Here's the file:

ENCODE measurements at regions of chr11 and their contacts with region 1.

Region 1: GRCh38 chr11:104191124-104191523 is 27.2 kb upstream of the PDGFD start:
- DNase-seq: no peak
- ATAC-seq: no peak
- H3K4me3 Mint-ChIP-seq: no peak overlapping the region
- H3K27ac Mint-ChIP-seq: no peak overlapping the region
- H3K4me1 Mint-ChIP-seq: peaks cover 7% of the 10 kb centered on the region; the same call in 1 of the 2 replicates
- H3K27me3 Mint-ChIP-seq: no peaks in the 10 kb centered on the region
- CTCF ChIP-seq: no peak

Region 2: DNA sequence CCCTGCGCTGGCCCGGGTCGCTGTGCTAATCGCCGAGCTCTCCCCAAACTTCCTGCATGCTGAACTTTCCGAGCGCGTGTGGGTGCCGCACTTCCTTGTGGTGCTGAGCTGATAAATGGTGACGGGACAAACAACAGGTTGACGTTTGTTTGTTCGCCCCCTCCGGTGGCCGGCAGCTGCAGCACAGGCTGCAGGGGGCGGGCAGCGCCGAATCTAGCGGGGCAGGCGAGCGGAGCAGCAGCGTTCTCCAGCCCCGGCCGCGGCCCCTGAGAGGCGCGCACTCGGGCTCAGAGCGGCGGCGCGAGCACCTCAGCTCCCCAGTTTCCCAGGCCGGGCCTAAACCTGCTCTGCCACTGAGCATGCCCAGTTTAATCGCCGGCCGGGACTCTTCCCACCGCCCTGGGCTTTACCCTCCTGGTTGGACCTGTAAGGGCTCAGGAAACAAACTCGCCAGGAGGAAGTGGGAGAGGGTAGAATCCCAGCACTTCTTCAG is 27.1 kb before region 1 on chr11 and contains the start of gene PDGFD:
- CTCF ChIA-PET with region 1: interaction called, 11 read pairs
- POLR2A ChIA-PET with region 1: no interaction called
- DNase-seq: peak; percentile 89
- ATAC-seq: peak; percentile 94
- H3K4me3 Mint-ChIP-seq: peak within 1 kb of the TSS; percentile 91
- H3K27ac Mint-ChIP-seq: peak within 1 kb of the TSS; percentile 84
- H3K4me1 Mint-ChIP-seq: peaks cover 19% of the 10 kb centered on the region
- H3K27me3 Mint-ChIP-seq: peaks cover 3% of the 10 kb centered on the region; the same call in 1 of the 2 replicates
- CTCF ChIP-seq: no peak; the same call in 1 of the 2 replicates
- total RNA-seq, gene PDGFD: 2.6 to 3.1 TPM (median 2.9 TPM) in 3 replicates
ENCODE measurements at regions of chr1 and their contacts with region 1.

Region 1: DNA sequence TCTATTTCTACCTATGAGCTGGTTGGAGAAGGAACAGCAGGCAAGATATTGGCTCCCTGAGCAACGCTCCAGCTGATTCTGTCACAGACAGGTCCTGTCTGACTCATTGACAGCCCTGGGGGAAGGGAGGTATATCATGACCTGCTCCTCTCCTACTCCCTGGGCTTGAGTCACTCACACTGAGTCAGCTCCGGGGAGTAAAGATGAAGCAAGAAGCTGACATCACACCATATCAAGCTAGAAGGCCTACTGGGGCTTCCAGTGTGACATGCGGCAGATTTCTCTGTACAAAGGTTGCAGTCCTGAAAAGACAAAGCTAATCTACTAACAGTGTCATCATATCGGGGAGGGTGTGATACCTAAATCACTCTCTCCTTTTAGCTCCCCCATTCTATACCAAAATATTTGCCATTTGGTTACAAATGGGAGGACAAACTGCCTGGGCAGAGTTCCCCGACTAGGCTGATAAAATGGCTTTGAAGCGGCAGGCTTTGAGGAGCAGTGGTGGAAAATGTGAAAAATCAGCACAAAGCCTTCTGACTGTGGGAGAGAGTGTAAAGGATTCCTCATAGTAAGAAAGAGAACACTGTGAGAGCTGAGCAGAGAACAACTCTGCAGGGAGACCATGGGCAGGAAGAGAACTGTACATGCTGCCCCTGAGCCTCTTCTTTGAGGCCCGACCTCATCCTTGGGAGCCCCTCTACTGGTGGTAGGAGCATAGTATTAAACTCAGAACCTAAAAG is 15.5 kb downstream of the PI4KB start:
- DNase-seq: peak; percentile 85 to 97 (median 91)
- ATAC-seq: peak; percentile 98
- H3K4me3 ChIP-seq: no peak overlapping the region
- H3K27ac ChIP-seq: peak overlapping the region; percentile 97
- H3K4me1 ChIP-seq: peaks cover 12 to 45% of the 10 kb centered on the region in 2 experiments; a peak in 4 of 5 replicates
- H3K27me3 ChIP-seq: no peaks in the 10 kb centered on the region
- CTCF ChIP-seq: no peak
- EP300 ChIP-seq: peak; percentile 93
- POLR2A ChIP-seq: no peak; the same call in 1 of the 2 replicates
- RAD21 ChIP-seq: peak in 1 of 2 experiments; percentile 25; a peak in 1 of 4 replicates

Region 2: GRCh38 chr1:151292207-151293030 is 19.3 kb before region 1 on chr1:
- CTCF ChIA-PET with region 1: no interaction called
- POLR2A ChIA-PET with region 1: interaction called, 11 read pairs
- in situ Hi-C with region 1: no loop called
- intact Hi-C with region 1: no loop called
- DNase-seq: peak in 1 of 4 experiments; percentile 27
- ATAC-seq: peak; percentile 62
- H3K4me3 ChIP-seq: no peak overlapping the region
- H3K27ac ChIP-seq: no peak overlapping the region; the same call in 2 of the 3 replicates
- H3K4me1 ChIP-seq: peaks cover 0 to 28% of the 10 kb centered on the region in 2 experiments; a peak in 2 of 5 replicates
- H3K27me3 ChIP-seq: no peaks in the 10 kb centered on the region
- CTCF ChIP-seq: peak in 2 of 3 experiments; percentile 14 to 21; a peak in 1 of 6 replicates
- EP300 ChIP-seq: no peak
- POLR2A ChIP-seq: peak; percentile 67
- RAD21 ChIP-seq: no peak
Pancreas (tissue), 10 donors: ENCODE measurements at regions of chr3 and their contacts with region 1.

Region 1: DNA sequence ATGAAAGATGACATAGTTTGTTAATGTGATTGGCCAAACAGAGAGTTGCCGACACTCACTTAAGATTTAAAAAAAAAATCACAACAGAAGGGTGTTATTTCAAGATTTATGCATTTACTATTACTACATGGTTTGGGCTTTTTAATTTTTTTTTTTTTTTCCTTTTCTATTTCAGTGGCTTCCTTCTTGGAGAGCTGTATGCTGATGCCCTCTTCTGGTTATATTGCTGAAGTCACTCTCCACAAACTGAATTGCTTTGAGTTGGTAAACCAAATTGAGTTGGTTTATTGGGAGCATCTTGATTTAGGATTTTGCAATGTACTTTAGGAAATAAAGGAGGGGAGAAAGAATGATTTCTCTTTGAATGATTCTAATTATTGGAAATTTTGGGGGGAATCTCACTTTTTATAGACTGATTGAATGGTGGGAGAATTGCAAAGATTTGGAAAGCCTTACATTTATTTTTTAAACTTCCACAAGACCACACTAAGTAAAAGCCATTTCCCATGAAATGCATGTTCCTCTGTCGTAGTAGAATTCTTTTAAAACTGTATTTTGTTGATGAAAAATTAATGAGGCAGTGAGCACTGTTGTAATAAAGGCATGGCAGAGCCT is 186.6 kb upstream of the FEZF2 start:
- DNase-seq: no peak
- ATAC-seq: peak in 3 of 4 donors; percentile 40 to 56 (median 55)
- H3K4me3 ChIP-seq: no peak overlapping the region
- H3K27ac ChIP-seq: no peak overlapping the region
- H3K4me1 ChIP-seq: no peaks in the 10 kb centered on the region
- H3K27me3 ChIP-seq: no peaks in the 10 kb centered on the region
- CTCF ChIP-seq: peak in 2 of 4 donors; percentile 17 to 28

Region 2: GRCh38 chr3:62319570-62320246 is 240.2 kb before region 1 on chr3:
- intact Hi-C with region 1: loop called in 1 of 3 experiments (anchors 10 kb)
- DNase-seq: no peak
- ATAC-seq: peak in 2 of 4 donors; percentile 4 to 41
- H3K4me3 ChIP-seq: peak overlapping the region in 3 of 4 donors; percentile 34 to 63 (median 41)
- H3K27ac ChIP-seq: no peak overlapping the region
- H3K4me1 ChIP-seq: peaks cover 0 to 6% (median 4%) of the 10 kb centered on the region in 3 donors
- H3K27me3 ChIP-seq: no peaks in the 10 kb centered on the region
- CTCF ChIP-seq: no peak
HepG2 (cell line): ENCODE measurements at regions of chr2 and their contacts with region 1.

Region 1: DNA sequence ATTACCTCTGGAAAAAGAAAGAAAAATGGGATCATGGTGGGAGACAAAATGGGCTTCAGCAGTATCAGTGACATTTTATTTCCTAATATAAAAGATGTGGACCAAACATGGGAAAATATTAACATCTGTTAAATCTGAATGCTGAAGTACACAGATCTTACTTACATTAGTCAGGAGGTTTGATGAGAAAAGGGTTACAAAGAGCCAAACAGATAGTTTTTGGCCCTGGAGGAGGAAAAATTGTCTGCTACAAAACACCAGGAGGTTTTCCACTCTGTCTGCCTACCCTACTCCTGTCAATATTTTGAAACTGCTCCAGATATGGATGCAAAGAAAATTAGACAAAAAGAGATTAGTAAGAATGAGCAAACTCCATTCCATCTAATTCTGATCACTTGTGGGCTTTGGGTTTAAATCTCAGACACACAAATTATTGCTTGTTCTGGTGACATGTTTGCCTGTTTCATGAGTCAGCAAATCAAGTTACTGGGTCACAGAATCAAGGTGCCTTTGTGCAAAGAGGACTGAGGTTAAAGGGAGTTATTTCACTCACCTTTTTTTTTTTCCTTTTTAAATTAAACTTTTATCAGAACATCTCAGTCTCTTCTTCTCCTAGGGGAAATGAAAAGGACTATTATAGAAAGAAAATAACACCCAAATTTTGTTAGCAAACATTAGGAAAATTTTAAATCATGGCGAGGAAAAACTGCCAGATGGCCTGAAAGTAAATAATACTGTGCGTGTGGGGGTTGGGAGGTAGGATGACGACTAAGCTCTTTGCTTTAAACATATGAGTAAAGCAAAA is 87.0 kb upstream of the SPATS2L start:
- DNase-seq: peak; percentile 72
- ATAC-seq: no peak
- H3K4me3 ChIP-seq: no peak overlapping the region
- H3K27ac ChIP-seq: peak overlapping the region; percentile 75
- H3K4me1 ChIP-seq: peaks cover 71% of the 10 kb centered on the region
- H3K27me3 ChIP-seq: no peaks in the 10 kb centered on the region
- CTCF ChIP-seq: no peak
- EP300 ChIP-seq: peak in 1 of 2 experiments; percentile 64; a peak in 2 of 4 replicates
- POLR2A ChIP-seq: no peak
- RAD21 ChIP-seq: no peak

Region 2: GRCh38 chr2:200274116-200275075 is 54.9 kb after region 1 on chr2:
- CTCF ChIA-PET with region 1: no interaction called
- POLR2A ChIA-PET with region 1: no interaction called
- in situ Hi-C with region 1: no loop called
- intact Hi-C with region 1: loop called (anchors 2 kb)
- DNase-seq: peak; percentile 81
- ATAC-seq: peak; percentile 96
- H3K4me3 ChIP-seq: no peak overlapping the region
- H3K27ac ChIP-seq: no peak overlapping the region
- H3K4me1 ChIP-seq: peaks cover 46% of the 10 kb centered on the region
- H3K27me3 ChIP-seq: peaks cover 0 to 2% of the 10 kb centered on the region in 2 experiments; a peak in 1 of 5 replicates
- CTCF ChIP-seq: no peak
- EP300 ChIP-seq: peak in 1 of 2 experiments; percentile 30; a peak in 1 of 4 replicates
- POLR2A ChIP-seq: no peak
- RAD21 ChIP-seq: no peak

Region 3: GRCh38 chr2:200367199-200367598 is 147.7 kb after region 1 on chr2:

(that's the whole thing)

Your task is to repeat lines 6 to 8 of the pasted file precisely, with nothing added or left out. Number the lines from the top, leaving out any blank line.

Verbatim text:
- H3K27ac Mint-ChIP-seq: no peak overlapping the region
- H3K4me1 Mint-ChIP-seq: peaks cover 7% of the 10 kb centered on the region; the same call in 1 of the 2 replicates
- H3K27me3 Mint-ChIP-seq: no peaks in the 10 kb centered on the region